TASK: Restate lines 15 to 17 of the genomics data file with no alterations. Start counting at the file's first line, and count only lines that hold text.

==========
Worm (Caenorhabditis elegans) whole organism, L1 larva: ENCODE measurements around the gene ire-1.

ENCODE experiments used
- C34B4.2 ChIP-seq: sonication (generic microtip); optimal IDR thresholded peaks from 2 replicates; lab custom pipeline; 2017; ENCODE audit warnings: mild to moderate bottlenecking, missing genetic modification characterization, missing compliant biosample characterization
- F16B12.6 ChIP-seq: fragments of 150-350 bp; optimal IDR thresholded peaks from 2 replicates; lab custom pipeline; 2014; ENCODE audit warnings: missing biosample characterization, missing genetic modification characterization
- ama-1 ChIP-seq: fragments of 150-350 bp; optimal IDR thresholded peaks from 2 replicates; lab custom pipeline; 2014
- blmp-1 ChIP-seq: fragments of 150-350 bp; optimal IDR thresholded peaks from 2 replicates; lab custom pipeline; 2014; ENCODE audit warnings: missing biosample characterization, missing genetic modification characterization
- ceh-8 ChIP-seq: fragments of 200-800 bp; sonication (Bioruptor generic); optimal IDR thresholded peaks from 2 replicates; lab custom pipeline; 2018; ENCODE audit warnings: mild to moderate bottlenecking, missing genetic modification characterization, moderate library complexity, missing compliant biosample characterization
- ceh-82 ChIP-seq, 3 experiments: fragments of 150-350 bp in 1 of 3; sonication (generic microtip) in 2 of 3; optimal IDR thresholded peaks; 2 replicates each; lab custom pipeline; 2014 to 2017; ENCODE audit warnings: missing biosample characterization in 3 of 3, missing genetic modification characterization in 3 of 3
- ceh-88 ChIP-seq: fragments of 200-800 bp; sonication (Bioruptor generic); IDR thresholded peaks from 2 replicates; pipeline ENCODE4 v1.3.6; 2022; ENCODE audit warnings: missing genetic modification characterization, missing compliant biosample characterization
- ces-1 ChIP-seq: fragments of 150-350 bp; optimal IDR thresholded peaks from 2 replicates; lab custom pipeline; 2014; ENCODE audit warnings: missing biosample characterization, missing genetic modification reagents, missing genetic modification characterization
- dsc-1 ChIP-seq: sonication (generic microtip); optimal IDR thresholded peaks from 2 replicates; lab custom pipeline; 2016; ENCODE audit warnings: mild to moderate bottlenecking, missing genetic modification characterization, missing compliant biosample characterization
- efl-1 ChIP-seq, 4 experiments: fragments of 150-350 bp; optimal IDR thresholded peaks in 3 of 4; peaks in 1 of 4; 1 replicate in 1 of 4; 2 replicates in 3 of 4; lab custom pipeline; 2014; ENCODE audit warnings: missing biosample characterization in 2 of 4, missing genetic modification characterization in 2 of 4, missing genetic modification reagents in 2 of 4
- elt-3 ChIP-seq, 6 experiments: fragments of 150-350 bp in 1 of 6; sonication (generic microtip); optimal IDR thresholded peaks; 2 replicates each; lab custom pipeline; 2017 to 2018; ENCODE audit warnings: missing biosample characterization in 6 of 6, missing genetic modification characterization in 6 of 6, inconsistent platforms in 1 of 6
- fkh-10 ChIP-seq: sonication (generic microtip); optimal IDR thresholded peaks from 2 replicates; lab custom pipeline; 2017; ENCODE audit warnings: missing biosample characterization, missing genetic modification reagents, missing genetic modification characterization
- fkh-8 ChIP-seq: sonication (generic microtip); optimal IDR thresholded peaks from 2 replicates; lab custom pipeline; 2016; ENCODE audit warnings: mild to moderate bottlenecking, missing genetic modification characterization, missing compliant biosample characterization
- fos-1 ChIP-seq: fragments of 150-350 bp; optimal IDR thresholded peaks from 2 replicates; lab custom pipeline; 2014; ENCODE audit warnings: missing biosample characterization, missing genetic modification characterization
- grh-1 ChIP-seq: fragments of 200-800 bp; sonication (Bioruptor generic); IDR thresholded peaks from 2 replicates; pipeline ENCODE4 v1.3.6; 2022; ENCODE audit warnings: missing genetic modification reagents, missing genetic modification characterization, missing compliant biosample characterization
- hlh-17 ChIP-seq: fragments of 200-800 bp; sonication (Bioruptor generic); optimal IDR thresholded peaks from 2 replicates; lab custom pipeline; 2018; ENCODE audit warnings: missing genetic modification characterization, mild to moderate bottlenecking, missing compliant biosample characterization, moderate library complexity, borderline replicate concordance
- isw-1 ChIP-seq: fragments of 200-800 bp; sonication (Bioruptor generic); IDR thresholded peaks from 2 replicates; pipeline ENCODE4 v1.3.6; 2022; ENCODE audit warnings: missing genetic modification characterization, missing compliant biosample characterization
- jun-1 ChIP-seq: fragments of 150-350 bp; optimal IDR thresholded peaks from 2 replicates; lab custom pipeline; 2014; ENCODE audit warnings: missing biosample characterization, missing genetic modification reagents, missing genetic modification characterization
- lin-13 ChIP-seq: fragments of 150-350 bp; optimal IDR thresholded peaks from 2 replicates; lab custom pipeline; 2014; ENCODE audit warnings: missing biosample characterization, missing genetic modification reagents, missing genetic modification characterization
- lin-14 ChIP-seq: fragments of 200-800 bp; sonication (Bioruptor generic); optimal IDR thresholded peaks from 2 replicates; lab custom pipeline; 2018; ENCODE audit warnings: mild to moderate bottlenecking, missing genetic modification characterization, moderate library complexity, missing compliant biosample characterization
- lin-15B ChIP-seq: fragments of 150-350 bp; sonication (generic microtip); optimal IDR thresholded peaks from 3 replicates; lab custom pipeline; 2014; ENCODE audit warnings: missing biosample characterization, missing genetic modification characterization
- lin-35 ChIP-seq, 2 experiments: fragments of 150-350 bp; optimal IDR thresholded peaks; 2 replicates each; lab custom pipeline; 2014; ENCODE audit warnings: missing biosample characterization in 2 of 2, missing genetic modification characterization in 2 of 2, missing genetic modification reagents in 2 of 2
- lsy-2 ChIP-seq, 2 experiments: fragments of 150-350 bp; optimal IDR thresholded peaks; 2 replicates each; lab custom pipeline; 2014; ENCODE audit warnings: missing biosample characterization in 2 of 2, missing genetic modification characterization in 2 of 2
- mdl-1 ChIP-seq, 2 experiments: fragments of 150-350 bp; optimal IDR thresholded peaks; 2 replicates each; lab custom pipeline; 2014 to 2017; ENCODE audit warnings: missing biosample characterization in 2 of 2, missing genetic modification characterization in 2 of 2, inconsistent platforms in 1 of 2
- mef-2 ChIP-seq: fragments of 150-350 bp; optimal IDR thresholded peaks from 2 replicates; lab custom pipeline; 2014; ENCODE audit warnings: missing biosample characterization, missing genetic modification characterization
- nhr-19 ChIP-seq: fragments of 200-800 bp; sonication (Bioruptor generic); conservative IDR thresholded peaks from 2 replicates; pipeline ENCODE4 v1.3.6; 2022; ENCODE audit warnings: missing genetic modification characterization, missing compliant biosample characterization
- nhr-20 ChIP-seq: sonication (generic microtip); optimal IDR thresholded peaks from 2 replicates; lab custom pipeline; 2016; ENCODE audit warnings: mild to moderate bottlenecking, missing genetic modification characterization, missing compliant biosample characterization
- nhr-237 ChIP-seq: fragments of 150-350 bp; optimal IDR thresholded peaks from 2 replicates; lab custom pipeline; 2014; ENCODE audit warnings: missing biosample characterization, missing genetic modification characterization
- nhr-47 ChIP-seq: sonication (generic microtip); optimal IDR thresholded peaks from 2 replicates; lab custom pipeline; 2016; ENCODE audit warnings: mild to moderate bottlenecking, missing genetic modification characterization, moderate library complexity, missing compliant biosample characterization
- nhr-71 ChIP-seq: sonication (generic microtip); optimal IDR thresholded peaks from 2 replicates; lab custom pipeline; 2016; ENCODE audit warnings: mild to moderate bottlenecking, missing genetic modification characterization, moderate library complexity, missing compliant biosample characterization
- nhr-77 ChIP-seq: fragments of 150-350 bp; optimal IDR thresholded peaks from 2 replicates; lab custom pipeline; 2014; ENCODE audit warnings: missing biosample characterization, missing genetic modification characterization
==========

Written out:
- fkh-8 ChIP-seq: sonication (generic microtip); optimal IDR thresholded peaks from 2 replicates; lab custom pipeline; 2016; ENCODE audit warnings: mild to moderate bottlenecking, missing genetic modification characterization, missing compliant biosample characterization
- fos-1 ChIP-seq: fragments of 150-350 bp; optimal IDR thresholded peaks from 2 replicates; lab custom pipeline; 2014; ENCODE audit warnings: missing biosample characterization, missing genetic modification characterization
- grh-1 ChIP-seq: fragments of 200-800 bp; sonication (Bioruptor generic); IDR thresholded peaks from 2 replicates; pipeline ENCODE4 v1.3.6; 2022; ENCODE audit warnings: missing genetic modification reagents, missing genetic modification characterization, missing compliant biosample characterization